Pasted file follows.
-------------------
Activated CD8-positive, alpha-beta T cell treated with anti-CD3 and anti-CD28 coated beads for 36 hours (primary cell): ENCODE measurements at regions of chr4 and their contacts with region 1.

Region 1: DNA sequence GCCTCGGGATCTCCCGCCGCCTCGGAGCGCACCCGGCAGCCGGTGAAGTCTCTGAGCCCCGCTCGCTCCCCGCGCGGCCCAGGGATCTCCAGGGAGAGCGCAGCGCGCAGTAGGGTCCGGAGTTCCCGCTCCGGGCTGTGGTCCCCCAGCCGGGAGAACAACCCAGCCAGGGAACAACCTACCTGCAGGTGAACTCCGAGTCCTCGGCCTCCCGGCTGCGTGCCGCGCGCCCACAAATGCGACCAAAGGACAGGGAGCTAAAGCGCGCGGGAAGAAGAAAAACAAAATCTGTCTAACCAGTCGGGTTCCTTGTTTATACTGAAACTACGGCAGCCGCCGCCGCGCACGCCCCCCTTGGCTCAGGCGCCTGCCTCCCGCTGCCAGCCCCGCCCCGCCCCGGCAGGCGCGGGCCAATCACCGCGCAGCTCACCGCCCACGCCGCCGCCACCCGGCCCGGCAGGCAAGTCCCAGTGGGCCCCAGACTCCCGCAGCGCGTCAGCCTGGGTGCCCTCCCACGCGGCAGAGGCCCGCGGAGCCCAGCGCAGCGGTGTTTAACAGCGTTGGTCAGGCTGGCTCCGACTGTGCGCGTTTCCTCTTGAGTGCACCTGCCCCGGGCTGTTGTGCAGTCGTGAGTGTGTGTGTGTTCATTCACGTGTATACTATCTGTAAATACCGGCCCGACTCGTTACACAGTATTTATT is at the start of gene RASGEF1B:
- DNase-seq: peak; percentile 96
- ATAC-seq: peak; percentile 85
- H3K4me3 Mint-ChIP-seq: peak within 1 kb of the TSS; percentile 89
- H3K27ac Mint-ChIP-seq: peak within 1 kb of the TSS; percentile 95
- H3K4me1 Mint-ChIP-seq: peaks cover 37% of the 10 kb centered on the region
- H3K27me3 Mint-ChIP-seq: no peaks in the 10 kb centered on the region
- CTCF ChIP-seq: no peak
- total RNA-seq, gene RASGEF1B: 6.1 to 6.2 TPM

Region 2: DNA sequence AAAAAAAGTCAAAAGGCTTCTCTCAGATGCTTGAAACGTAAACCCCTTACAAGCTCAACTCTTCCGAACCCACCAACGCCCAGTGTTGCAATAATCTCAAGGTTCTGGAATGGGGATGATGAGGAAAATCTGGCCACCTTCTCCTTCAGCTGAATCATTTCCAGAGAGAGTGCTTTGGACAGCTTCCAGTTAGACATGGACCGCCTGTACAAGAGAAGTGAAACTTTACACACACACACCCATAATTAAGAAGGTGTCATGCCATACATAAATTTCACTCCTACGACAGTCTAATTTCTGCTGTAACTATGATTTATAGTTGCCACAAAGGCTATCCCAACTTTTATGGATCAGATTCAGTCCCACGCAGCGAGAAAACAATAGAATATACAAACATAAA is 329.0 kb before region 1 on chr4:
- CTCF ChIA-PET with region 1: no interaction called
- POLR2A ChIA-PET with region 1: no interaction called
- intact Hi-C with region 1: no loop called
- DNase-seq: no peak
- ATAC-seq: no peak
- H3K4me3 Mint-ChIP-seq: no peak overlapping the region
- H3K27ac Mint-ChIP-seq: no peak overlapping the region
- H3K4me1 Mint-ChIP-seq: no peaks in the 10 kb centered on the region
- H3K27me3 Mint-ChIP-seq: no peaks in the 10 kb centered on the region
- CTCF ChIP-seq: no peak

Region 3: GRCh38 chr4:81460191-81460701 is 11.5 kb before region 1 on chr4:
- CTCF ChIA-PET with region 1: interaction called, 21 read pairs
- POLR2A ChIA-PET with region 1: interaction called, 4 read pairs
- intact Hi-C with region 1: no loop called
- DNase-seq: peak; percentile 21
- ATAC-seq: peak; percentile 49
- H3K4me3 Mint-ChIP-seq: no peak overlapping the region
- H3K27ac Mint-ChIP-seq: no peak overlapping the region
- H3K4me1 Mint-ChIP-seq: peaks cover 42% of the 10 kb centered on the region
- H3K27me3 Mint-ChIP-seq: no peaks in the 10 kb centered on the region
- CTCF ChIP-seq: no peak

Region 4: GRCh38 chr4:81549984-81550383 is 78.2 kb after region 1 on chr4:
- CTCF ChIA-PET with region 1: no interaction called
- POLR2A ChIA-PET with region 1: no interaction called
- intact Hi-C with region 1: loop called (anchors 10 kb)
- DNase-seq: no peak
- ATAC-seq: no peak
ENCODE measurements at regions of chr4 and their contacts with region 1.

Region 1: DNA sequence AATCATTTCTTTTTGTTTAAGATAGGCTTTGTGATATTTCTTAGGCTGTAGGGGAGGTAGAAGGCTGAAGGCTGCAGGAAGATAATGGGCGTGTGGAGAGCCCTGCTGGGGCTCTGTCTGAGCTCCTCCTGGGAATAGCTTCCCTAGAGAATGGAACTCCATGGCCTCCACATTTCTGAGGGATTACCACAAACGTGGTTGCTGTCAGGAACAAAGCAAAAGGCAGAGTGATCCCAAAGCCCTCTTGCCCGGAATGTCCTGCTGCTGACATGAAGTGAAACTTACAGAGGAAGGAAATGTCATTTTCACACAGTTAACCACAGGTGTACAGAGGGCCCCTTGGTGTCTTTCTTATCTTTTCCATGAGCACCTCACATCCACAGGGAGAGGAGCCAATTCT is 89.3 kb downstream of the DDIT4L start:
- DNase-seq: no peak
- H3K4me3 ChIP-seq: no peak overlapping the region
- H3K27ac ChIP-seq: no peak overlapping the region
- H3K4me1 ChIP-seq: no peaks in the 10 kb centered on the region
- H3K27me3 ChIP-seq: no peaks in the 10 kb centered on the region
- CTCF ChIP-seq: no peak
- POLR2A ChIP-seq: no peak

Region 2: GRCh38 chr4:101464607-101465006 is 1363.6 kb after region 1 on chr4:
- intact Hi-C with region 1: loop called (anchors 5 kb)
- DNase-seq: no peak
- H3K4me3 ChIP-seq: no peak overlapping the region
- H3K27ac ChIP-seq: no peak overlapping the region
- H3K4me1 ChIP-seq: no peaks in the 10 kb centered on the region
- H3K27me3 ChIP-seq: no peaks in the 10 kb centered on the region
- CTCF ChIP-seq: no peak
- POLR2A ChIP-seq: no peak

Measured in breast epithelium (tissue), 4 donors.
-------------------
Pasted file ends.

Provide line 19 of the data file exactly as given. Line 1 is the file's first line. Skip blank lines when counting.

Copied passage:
- H3K4me1 Mint-ChIP-seq: no peaks in the 10 kb centered on the region